The thing that determines the motion of an object is not individual forces and their magnitudes and directions, but rather the net (or total) effect of all these forces acting together. For example, the reason that children can be pulled easily on a sled on snow is not just because of the force applied by the person pulling the sled, but also because the force of friction is very low. In summer, this sled would not move nearly as easily!
Net force is the sum of all the individual forces acting on an object.
Net force may also be referred to as resultant force or unbalanced force.
Note: Forces that are acting in the same direction can be simply added together. If they act in different directions, the rule is to choose one direction to be the positive direction, call the other direction negative, and then add the two forces together. This is illustrated for you in the example below.
Assume that the force of gravity on the sled holding the two children in the above picture is 525 N [down]. Because the sled is not moving in the vertical direction, we know the normal force is equal, but opposite in direction, to the force of gravity and therefore equal to 525 N [up]. The vertical forces, then, add to give a net force of zero (we will talk more about this in the next activity). If the man pulls the sled with a force of 15 N [forward] and the force of friction on the sled is 6 N [backward], the free-body diagram of the sled (containing children) would be:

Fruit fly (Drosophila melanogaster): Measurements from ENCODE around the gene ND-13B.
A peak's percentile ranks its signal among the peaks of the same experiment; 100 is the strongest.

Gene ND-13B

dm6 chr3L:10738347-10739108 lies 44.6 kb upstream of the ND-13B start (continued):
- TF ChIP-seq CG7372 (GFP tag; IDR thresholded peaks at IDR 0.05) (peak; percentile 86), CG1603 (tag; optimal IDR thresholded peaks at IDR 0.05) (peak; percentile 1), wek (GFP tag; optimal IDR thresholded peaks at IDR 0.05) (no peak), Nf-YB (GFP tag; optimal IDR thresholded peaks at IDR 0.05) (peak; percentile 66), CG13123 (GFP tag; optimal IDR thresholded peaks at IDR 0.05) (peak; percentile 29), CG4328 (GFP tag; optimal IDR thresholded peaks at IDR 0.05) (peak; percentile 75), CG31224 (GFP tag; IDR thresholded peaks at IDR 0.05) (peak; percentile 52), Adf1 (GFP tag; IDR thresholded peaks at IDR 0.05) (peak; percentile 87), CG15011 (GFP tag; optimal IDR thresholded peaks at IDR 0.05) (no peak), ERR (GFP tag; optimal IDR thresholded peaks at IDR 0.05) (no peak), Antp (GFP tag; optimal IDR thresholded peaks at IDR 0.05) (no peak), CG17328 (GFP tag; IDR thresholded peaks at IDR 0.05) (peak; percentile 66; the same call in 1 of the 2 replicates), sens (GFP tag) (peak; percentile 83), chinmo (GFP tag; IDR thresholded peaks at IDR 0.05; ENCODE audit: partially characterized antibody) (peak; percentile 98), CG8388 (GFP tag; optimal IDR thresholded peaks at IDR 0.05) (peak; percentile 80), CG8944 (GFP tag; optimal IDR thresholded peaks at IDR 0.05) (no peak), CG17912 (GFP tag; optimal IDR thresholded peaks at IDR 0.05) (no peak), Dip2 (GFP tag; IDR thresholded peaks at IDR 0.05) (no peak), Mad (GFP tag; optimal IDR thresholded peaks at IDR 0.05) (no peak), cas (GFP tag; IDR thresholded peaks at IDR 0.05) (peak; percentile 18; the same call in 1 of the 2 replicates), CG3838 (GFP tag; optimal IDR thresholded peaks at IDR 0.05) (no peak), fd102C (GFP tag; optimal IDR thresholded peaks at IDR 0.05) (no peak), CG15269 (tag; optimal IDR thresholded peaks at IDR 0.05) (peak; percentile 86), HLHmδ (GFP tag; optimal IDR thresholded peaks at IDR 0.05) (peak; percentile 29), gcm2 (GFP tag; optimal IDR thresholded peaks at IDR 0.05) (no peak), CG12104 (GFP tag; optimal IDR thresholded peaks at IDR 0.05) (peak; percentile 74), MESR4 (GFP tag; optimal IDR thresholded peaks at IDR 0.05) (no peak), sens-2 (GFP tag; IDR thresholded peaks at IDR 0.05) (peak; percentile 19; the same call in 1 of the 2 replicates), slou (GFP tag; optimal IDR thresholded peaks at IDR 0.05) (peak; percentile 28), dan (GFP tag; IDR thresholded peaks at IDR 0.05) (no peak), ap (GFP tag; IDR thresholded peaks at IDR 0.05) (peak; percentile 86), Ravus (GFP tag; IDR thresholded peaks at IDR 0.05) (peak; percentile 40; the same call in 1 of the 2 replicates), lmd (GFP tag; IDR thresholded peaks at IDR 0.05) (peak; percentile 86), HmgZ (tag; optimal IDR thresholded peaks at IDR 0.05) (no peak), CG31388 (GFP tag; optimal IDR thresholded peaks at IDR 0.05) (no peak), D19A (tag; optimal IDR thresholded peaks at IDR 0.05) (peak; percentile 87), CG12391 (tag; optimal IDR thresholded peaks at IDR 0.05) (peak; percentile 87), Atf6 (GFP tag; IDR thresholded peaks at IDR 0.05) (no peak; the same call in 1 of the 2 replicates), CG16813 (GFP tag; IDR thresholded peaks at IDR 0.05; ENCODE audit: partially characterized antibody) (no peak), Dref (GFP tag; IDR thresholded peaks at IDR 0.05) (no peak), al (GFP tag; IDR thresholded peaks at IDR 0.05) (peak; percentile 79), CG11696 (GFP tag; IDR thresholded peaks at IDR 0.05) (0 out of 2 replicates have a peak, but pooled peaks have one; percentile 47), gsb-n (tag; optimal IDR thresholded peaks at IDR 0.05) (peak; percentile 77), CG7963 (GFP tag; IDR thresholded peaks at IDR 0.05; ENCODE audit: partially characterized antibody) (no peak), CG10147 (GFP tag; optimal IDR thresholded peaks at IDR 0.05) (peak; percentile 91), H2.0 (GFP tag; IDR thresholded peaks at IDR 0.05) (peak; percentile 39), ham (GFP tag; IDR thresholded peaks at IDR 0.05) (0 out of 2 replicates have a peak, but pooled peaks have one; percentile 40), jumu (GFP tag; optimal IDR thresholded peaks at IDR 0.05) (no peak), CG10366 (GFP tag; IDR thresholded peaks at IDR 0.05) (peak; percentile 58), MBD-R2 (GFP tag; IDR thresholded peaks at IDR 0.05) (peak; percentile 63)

Letting [forward] be positive, the net force on the sled is calculated as follows:
Therefore, the net force is 9 N [forward]. This net force will change the motion of the sled; it will accelerate in the same direction of the net force.
A van is stopped at a red light. The total force of gravity on the van with the driver and passengers in it is 25 000 N. Draw a FBD of this van and determine the net force.Answer
A book is being pushed across a desk with a force of 4.0 N. The magnitude of the force of friction acting on the book is 2.0 N. The force of gravity on the book is 5 N. Draw the free-body diagram and determine the net force acting on the book.Answer
The force of gravity on a book falling in mid-air is 5 N. Draw the free-body diagram and determine the net force on the book.Answer
Unless otherwise indicated, all images in this activity are from the public domain or are © clipart.com or Microsoft clipart and are used with permission.
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